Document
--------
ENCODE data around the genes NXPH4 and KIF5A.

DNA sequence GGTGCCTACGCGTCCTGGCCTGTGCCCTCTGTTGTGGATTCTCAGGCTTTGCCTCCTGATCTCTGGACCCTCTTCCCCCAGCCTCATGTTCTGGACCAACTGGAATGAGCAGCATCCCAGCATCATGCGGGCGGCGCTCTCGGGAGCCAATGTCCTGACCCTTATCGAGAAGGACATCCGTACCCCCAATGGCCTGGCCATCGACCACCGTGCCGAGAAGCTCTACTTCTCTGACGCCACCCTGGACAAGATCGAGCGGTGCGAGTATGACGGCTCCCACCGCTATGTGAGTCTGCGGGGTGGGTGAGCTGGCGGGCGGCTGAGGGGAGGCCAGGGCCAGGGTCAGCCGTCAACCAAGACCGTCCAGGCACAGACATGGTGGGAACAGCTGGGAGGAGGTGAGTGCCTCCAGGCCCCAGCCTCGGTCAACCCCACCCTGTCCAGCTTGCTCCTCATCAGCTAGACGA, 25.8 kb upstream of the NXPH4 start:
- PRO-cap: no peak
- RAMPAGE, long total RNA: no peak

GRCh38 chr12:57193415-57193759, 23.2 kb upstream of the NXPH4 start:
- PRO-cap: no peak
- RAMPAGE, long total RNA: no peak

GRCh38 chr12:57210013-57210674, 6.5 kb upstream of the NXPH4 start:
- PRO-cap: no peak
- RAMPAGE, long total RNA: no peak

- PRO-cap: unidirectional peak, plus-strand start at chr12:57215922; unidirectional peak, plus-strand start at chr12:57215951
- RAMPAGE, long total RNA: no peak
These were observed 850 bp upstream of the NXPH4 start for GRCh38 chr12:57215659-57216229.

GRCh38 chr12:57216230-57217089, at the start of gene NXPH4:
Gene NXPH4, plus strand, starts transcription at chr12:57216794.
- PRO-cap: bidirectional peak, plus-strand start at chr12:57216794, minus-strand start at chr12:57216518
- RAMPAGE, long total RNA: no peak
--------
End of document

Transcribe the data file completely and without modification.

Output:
ENCODE data around the genes NXPH4 and KIF5A.

DNA sequence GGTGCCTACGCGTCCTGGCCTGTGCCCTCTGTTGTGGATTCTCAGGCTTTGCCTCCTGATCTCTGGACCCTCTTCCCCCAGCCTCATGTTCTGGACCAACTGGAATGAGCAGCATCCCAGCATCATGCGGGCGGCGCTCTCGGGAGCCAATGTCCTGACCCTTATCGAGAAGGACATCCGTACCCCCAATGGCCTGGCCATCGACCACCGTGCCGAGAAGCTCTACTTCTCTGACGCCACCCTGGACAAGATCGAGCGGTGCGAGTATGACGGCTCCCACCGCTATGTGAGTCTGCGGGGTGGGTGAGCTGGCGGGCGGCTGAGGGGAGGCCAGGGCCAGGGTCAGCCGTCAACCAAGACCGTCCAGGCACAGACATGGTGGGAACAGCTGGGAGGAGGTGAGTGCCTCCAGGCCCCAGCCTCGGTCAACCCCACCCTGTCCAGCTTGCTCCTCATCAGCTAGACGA, 25.8 kb upstream of the NXPH4 start:
- PRO-cap: no peak
- RAMPAGE, long total RNA: no peak

GRCh38 chr12:57193415-57193759, 23.2 kb upstream of the NXPH4 start:
- PRO-cap: no peak
- RAMPAGE, long total RNA: no peak

GRCh38 chr12:57210013-57210674, 6.5 kb upstream of the NXPH4 start:
- PRO-cap: no peak
- RAMPAGE, long total RNA: no peak

- PRO-cap: unidirectional peak, plus-strand start at chr12:57215922; unidirectional peak, plus-strand start at chr12:57215951
- RAMPAGE, long total RNA: no peak
These were observed 850 bp upstream of the NXPH4 start for GRCh38 chr12:57215659-57216229.

GRCh38 chr12:57216230-57217089, at the start of gene NXPH4:
Gene NXPH4, plus strand, starts transcription at chr12:57216794.
- PRO-cap: bidirectional peak, plus-strand start at chr12:57216794, minus-strand start at chr12:57216518
- RAMPAGE, long total RNA: no peak